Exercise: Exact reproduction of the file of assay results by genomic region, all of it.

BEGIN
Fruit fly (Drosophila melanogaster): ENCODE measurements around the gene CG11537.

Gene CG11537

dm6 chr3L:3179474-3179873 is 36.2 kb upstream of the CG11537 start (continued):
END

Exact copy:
Fruit fly (Drosophila melanogaster): ENCODE measurements around the gene CG11537.

Gene CG11537

dm6 chr3L:3179474-3179873 is 36.2 kb upstream of the CG11537 start (continued):